Research Team Awarded $2M NIH Grant for Breath Analyzer that Detects and Monitors COVID-19, COVID-19 Induced Lung Injury

January 26, 2021

Xudong (Sherman) Fan, PhD Associate Director, MCIRCC Professor, Biomedical Engineering

Across the United States, there has been a marked increase in COVID-19 cases as many states tentatively reopen. This has resulted in a critical need for screening, diagnosing, and monitoring technologies that can process results quickly and can be used in both clinical and everyday settings. 

In December of 2020, a research team led by MCIRCC Associate Director and UM Professor of Biomedical Engineering Xudong (Sherman) Fan, PhD, received a $2 million two-year grant from the National Institutes of Health (NIH) to clinically test a portable breath analysis device that detects and monitors biomarkers indicative of COVID-19 as well as lung injury. The grant, awarded as part of the NIH “SCENT” program, will further propel the ongoing work Fan and his team have been conducting with gas chromatography technology in the setting of life-threatening lung diseases. 

Gas chromatography (GC) is an analytical technique used to separate the chemical compounds of a biologic mixture in order to determine their presence and quantity—such as measuring toxic substances in air, water, and soil. Exhaled breath contains hundreds of compounds that, when affected by diseases, create unique patterns called “breathomic signatures” that can provide clinicians with key information about disease onset and trajectory. Before the COVID-19 pandemic, Fan’s team had been working with Michigan Medicine to use their novel GC device to diagnose and monitor patients with the Acute Respiratory Distress Syndrome (ARDS)—now known to be one of the major causes of death in severe COVID-19.   

“A significant fraction of COVID-19 patients in the ICU need to be placed on mechanical ventilation, and many of them die from ARDS,” notes Fan. “It is critical that we identify disease onset early and monitor its trajectory over time, which will help us stratify patients and better allocate resources. In addition, it is important to monitor the patients’ response to treatment as well as any potential relapse.”

The GC device can provide continuous monitoring and analysis, even when attached to a ventilator.

Fan’s technology brings with it multiple benefits. First, the device is portable and can be used anywhere. It can even be attached to ventilators, allowing for continuous monitoring and analysis even when a patient is unable to breathe on their own. The device is also completely non-invasive and provides results quickly. “For a patient on a ventilator, the device provides an analysis every 30 minutes,” says Fan. “A patient who can breathe voluntarily simply breathes into a collection bag or a mouthpiece, and then the analyzer finishes its analysis in about 20 minutes.” These combined qualities make the breath analyzer ideal not only for diagnosis and monitoring, but for screening—the focus of the NIH SCENT program.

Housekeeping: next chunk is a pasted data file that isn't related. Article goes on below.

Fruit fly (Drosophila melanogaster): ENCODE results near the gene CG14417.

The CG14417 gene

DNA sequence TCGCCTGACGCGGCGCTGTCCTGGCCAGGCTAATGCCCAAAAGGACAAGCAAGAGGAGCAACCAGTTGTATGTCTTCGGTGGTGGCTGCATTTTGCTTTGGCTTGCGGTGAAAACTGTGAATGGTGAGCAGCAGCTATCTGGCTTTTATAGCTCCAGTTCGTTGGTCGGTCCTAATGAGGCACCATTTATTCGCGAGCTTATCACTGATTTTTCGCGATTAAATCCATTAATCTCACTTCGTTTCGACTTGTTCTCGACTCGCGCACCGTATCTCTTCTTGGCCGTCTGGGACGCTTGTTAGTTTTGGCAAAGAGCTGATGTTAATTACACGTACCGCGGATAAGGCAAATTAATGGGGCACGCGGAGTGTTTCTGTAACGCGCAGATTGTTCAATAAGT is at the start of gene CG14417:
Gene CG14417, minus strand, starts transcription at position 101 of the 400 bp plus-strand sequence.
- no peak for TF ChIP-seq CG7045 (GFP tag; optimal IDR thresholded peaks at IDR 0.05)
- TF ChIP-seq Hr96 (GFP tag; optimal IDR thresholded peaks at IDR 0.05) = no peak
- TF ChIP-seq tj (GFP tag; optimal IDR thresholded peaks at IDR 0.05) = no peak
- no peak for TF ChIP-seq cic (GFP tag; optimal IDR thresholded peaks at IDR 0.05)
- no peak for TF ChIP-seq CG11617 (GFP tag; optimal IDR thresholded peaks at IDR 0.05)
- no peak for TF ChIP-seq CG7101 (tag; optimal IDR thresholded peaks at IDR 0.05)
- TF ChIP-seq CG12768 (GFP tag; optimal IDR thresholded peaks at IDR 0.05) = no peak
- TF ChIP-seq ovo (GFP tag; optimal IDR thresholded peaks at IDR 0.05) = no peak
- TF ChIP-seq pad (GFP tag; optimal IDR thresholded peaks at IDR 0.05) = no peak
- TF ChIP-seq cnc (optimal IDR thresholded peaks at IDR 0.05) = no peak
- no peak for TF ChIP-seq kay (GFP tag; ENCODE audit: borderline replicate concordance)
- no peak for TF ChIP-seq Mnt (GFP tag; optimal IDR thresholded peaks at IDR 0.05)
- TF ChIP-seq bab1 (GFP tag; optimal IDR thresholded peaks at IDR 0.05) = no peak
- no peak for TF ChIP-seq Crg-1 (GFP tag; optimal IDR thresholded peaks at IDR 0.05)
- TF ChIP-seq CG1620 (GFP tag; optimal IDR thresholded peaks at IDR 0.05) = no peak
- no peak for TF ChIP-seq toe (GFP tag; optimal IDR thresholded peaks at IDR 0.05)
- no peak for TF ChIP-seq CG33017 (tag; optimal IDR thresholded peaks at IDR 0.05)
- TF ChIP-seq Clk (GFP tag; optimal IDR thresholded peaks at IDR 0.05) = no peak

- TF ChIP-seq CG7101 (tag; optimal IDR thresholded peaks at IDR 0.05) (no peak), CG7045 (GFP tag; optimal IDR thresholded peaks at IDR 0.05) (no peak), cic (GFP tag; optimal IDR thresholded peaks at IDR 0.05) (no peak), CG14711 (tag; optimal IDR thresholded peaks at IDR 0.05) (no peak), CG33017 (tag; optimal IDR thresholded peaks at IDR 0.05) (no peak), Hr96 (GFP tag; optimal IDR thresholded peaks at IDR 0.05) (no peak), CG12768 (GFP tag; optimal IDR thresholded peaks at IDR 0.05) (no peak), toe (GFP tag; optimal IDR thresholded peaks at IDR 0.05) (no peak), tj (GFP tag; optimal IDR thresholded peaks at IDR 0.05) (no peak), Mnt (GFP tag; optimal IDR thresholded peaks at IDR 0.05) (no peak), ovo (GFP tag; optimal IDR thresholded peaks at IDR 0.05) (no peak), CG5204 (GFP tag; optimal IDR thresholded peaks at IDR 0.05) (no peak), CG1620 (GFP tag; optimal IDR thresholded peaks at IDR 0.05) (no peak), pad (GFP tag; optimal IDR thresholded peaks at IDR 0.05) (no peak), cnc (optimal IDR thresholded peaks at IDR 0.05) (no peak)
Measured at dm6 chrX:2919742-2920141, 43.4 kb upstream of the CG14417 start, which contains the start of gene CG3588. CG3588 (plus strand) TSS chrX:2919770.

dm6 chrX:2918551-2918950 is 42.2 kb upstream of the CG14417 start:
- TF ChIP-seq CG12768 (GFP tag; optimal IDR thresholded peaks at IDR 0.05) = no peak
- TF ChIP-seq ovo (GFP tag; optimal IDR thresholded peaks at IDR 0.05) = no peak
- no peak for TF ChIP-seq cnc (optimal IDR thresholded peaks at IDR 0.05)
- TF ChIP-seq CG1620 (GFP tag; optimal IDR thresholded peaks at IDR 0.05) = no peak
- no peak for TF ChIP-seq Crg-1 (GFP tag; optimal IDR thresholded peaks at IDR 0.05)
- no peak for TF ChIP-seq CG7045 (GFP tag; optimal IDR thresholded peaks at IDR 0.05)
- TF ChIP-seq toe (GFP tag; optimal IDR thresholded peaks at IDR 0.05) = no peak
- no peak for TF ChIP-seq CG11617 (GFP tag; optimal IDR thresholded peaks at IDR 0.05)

In addition to Dr. Fan, the breath analyzer came about through the collaborative efforts of a multidisciplinary team of clinicians, engineers, and data scientists. MCIRCC team members include Robert Dickson, MD (MCIRCC Associate Director; Pulmonary and Critical Care Medicine); Michael Sjoding, MD (Pulmonary and Critical Care Medicine); Kevin Ward, MD (MCIRCC Executive Director; Emergency Medicine and Biomedical Engineering); Christopher E. Gillies, PhD (MCIRCC Data Science); and Sardar Ansari, PhD (MCIRCC Data Science). The project will be conducted in collaboration with the Henry Ford Hospital, with Jennifer Swiderek, MD, Medical Director of the Medical Intensive Care Unit at Henry Ford Hospital as a co-investigator.

“This project is another great example of how MCIRCC was able to quickly pivot its work in critical care and bring it to bear on COVID-19. MCIRCC’s Clinical Research Unit, Data Science Unit, and Proposal Development Unit were able to rapidly respond to the opportunity and played extraordinary valuable roles given the challenges in collecting data on critically ill COVID-19 patients and the need to integrate and collaborate remotely.”


The NIH “SCENT” program, fully titled “Screening for COVID-19 by Electronic-Nose Technology”, is a unique initiative that seeks to advance novel biosensing technologies that would make it possible for the detection, diagnosis, prediction, and monitoring of COVID-19 in clinical, community and everyday settings. With the support of this grant, Fan’s team envisions their device changing the landscape of how we manage COVID-19. “It’s going to allow us to screen and monitor at a much larger scale.” said Fan. The team is also looking at how the device can be applied to other infectious and non-infectious diseases.

“Early Detection of ARDS has been a long-standing clinical challenge. I am excited to see how this technology could positively impact COVID-19 and ARDS care.”



Drs. Fan and Ward have intellectual property on the GC technology through the University of Michigan which has been licensed by Go Blue Biotech, Inc. Drs. Fan and Ward have equity in the company.


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